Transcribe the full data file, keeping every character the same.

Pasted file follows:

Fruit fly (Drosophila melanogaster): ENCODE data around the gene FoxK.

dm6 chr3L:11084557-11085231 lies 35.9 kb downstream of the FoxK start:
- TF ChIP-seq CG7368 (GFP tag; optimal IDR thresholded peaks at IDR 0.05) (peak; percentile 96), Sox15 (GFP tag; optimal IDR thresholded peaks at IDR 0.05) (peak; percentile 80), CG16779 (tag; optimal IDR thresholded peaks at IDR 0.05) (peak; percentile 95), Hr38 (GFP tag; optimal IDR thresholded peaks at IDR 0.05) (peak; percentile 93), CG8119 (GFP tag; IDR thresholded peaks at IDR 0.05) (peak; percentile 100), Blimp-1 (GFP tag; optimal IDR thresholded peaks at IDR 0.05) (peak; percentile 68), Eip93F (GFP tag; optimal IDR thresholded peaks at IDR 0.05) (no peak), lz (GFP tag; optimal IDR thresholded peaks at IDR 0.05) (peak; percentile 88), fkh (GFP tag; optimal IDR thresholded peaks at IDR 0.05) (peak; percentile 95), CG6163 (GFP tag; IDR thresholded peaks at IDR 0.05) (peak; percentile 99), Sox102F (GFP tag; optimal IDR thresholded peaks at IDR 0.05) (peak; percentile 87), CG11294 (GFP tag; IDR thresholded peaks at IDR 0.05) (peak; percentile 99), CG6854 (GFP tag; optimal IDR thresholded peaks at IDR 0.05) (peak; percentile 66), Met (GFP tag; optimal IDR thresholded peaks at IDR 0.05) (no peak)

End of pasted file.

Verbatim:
Fruit fly (Drosophila melanogaster): ENCODE data around the gene FoxK.

dm6 chr3L:11084557-11085231 lies 35.9 kb downstream of the FoxK start:
- TF ChIP-seq CG7368 (GFP tag; optimal IDR thresholded peaks at IDR 0.05) (peak; percentile 96), Sox15 (GFP tag; optimal IDR thresholded peaks at IDR 0.05) (peak; percentile 80), CG16779 (tag; optimal IDR thresholded peaks at IDR 0.05) (peak; percentile 95), Hr38 (GFP tag; optimal IDR thresholded peaks at IDR 0.05) (peak; percentile 93), CG8119 (GFP tag; IDR thresholded peaks at IDR 0.05) (peak; percentile 100), Blimp-1 (GFP tag; optimal IDR thresholded peaks at IDR 0.05) (peak; percentile 68), Eip93F (GFP tag; optimal IDR thresholded peaks at IDR 0.05) (no peak), lz (GFP tag; optimal IDR thresholded peaks at IDR 0.05) (peak; percentile 88), fkh (GFP tag; optimal IDR thresholded peaks at IDR 0.05) (peak; percentile 95), CG6163 (GFP tag; IDR thresholded peaks at IDR 0.05) (peak; percentile 99), Sox102F (GFP tag; optimal IDR thresholded peaks at IDR 0.05) (peak; percentile 87), CG11294 (GFP tag; IDR thresholded peaks at IDR 0.05) (peak; percentile 99), CG6854 (GFP tag; optimal IDR thresholded peaks at IDR 0.05) (peak; percentile 66), Met (GFP tag; optimal IDR thresholded peaks at IDR 0.05) (no peak)